Tuesday, April 20, 2004


Several friends of mine sent me this link.



simon-pure (SY-muhn PYOOR) adjective

1. Genuinely pure; also used to describe an amateur as opposed to a professional.

2. Pretentiously or hypocritically virtuous.

[From the phrase the real Simon Pure, after a character named Simon Pure who was impersonated by another in the play A Bold Stroke for a Wife, by Susannah Centlivre (1669-1723).]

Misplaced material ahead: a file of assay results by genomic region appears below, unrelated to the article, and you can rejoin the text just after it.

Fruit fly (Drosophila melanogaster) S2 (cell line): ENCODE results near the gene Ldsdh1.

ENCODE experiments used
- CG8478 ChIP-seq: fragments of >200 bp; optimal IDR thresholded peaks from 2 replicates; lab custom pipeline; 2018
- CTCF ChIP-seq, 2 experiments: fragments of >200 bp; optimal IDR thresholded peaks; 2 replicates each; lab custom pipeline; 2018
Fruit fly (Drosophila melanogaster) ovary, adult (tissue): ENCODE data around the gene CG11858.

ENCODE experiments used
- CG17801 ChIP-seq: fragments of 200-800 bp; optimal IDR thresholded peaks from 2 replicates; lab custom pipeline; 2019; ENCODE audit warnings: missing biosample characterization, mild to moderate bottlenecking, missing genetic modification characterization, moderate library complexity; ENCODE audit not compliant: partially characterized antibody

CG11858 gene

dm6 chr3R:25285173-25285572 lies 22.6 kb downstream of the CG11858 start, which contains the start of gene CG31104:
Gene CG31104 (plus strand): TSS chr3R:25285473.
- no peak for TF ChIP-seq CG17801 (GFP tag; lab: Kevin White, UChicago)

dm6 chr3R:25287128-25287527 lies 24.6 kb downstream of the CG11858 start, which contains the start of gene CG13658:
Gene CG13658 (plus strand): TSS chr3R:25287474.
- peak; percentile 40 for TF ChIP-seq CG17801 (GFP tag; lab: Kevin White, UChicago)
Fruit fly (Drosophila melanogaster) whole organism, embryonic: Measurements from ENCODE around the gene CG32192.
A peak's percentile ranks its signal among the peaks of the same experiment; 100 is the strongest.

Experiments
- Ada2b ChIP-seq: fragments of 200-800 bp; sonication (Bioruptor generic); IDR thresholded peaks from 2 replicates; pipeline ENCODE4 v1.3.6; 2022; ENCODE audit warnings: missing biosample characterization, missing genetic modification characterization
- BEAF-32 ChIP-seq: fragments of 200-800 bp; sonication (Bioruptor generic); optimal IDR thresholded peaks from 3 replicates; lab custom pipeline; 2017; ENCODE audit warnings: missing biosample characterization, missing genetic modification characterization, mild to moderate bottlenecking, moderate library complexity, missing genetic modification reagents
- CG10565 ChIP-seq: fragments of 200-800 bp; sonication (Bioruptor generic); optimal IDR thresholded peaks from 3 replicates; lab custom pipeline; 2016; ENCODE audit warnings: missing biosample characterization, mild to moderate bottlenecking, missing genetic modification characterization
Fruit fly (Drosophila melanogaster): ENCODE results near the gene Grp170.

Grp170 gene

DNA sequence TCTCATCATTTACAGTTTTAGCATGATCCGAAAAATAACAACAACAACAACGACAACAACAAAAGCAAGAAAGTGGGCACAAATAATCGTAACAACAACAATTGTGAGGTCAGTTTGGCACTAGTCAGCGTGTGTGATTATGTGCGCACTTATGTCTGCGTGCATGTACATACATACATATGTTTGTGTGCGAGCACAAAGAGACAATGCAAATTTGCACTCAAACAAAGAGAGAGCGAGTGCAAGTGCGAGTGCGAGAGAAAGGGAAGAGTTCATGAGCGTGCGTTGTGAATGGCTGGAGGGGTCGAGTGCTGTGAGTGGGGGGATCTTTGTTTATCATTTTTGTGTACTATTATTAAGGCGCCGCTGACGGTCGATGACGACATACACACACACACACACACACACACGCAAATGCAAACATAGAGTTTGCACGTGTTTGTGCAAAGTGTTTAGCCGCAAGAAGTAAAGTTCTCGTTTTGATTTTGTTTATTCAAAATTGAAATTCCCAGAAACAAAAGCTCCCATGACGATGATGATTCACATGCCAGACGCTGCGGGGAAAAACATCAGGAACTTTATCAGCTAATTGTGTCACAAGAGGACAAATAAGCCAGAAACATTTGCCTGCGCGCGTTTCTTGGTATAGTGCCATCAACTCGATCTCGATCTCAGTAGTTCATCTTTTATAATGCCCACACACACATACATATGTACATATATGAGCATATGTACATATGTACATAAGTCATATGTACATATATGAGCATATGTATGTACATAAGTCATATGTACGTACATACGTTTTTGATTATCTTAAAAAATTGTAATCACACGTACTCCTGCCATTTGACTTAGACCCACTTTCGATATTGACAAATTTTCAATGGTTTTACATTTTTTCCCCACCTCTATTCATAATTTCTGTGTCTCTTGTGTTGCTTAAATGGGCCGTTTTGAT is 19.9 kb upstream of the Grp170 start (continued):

"We get some perverse joy in pulling all but the most simon-pure heroes back into the muck with us." Bruce Dowbiggin; Bailey-bashing Fashionable, But Undeserved; Calgary Herald (Canada); May 28, 2001.

"Those of us who live Simon-pure lives don't like to admit it, but most of us turn out pretty well only because we were born with the advantage of a normal home life and a reasonably happy childhood." Bill Hughes; Why I Oppose The Death Penalty; Oakland Post (California); Mar 2, 1994.

This week's theme: contranyms, words with opposite meanings.


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